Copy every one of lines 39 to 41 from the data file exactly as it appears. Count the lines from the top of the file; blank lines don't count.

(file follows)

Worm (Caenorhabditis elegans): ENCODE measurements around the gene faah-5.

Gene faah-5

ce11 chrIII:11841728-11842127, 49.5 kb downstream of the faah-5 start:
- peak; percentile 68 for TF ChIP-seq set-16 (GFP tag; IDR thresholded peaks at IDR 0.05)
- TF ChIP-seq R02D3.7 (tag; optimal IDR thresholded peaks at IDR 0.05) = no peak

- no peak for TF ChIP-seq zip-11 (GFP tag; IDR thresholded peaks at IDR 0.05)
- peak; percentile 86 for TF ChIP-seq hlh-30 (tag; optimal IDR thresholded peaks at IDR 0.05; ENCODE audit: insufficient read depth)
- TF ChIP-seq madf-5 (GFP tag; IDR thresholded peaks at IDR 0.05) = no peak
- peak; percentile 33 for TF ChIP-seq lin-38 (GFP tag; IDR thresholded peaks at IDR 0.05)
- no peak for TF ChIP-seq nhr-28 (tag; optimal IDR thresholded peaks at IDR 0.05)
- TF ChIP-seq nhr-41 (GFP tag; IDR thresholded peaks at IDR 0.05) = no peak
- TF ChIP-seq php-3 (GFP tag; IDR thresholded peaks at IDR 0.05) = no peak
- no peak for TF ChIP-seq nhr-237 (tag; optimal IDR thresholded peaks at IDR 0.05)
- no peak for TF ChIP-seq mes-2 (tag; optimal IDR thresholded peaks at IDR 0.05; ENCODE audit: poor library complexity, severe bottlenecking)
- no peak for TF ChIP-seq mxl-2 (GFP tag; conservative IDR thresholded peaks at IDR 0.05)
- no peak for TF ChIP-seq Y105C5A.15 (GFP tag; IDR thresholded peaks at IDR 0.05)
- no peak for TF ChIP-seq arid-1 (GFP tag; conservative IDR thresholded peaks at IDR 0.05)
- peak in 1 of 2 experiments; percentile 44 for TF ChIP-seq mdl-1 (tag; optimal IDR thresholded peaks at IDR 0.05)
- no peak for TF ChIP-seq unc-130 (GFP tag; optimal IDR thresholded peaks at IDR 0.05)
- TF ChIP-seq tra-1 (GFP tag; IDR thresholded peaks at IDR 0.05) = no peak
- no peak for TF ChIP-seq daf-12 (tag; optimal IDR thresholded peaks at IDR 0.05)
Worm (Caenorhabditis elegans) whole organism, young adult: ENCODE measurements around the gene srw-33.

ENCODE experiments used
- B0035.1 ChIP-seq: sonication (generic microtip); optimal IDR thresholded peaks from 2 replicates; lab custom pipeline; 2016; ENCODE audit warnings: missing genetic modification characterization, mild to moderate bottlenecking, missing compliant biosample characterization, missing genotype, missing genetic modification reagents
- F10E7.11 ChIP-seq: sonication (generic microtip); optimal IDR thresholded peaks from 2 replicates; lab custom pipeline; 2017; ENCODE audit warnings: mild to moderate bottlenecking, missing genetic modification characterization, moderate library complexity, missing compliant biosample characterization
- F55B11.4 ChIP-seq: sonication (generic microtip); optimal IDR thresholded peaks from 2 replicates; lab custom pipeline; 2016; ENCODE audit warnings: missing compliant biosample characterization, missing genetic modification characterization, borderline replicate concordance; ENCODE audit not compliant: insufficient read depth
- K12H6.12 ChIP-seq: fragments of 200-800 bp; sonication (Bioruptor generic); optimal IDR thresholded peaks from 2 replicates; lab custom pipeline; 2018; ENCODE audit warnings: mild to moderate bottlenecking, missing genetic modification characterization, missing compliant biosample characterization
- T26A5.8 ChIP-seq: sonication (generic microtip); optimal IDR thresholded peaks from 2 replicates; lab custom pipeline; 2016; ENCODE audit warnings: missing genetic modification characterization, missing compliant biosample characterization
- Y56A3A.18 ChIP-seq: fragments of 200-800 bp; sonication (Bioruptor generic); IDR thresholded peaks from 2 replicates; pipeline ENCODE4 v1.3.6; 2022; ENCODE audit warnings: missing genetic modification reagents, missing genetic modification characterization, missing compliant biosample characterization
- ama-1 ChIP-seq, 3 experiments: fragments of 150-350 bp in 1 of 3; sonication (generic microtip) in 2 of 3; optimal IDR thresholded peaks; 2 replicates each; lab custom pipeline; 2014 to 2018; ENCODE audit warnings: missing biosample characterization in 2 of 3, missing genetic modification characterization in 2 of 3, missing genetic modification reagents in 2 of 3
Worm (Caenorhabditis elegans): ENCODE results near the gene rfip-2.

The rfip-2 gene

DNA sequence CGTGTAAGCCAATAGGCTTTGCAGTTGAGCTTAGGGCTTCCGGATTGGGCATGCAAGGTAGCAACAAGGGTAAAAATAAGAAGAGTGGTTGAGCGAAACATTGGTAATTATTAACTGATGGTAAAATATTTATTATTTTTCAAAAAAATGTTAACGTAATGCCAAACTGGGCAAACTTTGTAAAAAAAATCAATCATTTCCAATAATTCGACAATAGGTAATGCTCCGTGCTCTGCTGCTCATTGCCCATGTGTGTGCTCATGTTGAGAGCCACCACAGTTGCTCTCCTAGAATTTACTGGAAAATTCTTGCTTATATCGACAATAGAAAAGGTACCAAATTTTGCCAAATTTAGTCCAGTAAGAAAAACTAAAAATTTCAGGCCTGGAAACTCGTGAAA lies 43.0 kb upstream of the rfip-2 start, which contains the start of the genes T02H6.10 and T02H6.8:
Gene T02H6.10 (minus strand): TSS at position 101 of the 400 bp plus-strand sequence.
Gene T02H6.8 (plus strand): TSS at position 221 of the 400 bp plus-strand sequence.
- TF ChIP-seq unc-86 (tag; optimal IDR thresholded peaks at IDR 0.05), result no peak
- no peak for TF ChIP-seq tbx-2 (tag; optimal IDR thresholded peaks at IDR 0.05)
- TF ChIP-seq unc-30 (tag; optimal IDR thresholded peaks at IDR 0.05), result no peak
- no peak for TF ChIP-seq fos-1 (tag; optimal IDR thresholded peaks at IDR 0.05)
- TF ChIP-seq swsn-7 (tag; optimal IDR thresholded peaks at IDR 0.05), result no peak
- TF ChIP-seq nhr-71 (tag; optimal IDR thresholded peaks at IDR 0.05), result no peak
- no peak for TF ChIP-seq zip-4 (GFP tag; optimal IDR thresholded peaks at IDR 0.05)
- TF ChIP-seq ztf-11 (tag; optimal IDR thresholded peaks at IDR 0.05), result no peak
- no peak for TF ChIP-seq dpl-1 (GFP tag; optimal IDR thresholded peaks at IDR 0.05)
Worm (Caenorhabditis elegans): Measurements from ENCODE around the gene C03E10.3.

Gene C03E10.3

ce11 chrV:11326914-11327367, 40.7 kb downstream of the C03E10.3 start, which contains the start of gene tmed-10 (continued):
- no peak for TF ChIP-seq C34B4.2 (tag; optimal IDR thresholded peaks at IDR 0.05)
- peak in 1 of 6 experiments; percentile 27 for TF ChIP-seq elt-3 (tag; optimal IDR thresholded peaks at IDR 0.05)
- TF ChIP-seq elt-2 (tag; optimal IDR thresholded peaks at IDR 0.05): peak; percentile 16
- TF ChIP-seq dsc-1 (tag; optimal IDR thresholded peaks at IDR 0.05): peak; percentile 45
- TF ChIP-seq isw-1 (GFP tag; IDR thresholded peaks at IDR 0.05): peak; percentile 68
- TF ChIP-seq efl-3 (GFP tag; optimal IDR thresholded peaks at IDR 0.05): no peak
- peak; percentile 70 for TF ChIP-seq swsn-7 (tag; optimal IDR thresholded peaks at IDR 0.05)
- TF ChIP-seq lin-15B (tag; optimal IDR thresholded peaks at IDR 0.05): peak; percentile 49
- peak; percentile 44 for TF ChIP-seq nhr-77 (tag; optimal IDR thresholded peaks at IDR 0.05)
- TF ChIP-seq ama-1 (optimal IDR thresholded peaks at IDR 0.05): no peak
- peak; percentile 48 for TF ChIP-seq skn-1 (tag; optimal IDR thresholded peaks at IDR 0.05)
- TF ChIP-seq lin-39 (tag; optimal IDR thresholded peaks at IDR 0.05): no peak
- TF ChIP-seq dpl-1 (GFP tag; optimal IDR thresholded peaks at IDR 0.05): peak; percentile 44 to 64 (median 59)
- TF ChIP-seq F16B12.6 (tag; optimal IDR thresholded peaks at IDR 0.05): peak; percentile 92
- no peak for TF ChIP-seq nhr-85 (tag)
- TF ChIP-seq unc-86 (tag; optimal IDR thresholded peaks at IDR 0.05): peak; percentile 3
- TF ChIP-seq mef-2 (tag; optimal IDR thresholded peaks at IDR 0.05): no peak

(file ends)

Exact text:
- no peak for TF ChIP-seq fos-1 (tag; optimal IDR thresholded peaks at IDR 0.05)
- TF ChIP-seq swsn-7 (tag; optimal IDR thresholded peaks at IDR 0.05), result no peak
- TF ChIP-seq nhr-71 (tag; optimal IDR thresholded peaks at IDR 0.05), result no peak